Taupo Region

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October 21st 2010
Published: October 22nd 2010
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Thursday 21st October:
After failing miserably to experience any thermal immersion first-hand in Rotorua, we got up early to explore the Lake Taupo region. Chauffeur Dave was given strict instructions to head for the first bit of steam you see. Luckily, the Severn Valley Steam Railway doesn't stretch this far, so the target burst of steam led us nicely to Waikiti Thermal Pools. It was a really cold, windy day so Dave was a little unsure about getting stripped off to bathe outdoors. However, a quick 360 degree spin in the closest phone booth morphed him into Dario (minus the ponytail, David!!) and he braved the elements like a trooper. Waikiti consists of 6 outdoor thermal pools, heated to between 39 and 42 degrees celsius, and set against the beautiful vista of the NZ mountains. After my skin bore a startling resemblance to a prune, Dave insisted it was probably time to get out. Boo! We then took a short Eco Walk to look at the source of the hot spring (Te Manarua Boiling Springs) where it bubbles away nicely at 98 degrees. I thought it might be a plan to nip to the waters edge and re-do the white wash that still smelt of eggs from Rotorua.

Next stop was Wai-Te-Pau to look at the thermal mud pools. Having only been dry for a few minutes, we just looked and didn't go for a full on roll around in it. Furthermore, someone told us that it can strip your suntan - there's no chance of topping it up in New Zealand and Dario has an image to maintain, don't you know!.

We then meandered over to the Aratiatia rapids, which aren't really rapids anymore because the government plonked a hydroelectric dam across the Waikato River. However, the spectacle hasn't truly disappeared as the floodgates open daily at 2pm (cue a look at the watch - 1.30pm. Cool!). We took a walk to the lookout points and waited for he action. The little trickle of a stream morphs into gushing rapids in the space of a few minutes.

Final stop of the day is Lake Taupo. Nestled nicely on the stunning lakeside is a MacDonalds. No ordinary MacDonalds, though, as it had a DC3 plane built into the infrastructure and painted in red and yellow. Therefore, we felt quite justified popping in for a Big Mac and fries (sorry David!). We had a bit of an explore and soon found that pretty much the only interesting feature of Taupo is the lake and therefore, we got a room with a view, got take away food and looked out from the warmth of a hotel room.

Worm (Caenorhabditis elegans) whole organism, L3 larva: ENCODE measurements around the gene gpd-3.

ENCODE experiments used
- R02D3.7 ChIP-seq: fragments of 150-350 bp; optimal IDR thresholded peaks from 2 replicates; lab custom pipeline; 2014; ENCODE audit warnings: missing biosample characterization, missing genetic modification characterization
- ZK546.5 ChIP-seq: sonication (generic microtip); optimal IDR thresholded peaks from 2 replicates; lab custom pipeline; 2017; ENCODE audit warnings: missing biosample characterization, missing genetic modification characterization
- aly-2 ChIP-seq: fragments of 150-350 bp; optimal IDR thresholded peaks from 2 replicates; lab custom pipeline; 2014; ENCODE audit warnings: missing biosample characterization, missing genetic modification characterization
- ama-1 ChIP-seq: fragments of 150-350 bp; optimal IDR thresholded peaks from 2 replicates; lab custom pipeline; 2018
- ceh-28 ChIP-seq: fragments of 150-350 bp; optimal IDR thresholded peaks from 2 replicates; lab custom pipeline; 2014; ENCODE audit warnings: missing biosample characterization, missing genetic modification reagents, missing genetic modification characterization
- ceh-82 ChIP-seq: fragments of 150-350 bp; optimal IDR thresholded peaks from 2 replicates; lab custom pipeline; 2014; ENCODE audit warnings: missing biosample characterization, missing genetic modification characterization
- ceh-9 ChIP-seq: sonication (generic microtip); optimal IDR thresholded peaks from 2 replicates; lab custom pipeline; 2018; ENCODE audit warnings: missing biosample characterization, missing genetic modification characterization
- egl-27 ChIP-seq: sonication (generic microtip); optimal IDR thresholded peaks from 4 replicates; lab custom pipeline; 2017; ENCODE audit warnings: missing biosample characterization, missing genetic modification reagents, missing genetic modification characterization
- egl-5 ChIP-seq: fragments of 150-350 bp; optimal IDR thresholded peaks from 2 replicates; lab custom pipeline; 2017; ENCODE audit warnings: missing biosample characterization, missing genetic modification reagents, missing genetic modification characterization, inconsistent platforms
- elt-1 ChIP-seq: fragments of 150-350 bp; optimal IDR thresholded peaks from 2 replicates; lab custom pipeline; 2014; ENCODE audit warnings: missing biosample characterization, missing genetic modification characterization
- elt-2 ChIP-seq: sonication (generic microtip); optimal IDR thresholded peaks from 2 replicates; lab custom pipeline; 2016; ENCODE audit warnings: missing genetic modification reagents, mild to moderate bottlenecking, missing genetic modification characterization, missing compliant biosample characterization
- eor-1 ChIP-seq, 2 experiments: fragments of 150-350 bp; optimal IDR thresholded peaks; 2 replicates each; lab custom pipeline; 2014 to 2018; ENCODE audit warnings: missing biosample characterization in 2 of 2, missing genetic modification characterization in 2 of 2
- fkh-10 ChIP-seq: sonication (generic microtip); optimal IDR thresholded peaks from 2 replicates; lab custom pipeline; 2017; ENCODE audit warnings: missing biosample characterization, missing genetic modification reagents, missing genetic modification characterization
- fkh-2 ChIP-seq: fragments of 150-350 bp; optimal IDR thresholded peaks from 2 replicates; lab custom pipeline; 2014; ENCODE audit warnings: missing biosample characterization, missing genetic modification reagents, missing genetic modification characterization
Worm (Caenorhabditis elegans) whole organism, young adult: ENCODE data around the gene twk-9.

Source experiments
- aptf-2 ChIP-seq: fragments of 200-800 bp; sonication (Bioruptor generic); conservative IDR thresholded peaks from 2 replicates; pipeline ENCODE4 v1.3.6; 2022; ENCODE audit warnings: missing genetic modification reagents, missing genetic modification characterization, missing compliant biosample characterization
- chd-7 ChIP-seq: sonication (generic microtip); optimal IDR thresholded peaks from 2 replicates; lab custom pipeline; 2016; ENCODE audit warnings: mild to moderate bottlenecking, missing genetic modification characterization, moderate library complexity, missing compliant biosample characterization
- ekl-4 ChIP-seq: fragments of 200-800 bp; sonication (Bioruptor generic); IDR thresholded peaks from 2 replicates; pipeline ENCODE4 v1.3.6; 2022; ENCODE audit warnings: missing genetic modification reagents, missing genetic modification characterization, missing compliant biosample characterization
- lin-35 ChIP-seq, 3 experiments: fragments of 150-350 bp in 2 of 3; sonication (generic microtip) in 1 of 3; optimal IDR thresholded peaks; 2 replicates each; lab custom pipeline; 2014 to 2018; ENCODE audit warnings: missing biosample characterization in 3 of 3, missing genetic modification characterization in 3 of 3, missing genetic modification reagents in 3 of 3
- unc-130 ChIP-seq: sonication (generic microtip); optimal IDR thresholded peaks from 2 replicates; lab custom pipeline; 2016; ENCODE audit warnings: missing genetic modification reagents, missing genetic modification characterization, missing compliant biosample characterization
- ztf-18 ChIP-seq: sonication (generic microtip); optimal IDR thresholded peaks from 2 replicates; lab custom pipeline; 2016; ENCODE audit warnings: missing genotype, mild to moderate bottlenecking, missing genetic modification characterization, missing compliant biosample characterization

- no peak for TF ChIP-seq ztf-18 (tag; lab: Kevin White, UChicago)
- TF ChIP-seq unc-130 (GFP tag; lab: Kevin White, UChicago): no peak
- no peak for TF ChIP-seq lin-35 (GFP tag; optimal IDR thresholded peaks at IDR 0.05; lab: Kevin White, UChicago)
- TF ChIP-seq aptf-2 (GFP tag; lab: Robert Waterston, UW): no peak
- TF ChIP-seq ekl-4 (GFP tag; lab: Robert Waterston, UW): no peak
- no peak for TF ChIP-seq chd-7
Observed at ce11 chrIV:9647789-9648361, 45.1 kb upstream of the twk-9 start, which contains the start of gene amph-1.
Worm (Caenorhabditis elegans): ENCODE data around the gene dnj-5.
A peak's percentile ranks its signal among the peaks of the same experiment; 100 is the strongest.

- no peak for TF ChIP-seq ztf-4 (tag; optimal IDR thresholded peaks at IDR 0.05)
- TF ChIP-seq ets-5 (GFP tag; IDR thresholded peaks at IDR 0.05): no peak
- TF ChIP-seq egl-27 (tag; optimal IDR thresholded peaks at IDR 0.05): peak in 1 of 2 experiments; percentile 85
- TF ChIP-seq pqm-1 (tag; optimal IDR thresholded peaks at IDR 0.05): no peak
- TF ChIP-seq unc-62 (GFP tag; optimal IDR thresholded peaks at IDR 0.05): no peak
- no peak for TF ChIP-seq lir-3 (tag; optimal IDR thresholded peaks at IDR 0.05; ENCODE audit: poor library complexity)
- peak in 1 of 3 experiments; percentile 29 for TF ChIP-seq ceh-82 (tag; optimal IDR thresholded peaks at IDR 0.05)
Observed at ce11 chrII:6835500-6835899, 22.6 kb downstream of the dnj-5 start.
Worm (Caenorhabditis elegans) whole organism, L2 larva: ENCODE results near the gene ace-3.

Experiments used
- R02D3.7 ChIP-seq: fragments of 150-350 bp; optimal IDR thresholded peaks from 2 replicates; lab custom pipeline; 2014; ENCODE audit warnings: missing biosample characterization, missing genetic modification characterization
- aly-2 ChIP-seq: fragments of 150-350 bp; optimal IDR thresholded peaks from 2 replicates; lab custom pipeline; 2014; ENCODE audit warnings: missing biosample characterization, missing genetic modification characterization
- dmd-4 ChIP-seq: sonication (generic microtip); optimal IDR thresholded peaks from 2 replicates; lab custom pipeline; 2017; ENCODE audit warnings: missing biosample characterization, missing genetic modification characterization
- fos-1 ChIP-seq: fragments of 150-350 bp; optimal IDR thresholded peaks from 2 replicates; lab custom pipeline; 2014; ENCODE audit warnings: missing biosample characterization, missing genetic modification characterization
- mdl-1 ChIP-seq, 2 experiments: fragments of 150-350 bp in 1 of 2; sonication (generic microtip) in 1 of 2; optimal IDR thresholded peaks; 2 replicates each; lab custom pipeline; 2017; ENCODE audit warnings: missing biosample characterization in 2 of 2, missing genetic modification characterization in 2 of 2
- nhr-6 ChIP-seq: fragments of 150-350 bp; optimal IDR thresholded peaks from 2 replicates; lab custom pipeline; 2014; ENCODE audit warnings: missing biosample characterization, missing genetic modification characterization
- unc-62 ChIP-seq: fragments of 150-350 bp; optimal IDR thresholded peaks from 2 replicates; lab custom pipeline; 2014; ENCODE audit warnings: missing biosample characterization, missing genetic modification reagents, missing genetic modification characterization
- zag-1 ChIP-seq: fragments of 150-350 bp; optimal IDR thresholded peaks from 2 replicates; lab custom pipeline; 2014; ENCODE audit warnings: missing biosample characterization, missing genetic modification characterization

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26th October 2010

Doom and the Rafting Bug
As I read your Taupo region blog the cerulean sky has suddenly dissipated as storm clouds and lashing rain descend at the mere sign in print of the heinous act of entering the very portals of hell and consuming a BIG MAC. I shall have to take to my bed to recover but before doing so and whilst sufficient strength remains perhaps I might suggest some form of absolution in a trip to Turangi where I understand it is possible to go white water rafting. It the sort of madness that you seem to enjoy. However beware! There is a rare but virulent insect known as the "Rafting Bug", one bite from which will cause severe skin and hair discolouration. The latter turns yellow, the arms become a gangrenous green and there is severe in flammation and reddening to the chest. This results in constriction of the blood vessels to the lower region giving a blue effect to the midriff and a tightening of the skin on the legs which go black. From a distance this gives the impression of wearing tights. Should these symptons arise, and they are highly contagious, seek out the nearest pharmacy and ask for a large pot of Fenugreek and Cade Oil Ointment. Spread liberally over the body and a cure will be effected within 48hours. The only side effect to this treatment is the smell emanating from the unguent is attractive to large muscular dogs whose owners will have undoubtedly provided them with such machismo appelations as Fang, Bruno or similar. I'm off now to take my blood pressure tablets in the hope they will reduce the stress created by the BIG MAC reference. Much love from us

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